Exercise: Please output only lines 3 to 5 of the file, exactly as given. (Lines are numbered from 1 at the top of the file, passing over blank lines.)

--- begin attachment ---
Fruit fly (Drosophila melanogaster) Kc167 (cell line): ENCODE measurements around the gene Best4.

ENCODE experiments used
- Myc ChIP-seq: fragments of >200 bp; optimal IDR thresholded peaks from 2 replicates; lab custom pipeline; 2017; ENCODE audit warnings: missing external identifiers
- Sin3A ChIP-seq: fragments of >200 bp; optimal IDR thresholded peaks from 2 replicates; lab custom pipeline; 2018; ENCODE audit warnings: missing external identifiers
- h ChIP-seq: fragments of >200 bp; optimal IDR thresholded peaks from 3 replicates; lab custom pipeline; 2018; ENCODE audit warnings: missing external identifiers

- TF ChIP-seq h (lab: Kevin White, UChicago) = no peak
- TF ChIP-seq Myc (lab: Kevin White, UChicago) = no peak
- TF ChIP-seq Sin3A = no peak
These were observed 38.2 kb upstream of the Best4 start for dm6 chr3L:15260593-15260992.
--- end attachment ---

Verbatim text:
- Myc ChIP-seq: fragments of >200 bp; optimal IDR thresholded peaks from 2 replicates; lab custom pipeline; 2017; ENCODE audit warnings: missing external identifiers
- Sin3A ChIP-seq: fragments of >200 bp; optimal IDR thresholded peaks from 2 replicates; lab custom pipeline; 2018; ENCODE audit warnings: missing external identifiers
- h ChIP-seq: fragments of >200 bp; optimal IDR thresholded peaks from 3 replicates; lab custom pipeline; 2018; ENCODE audit warnings: missing external identifiers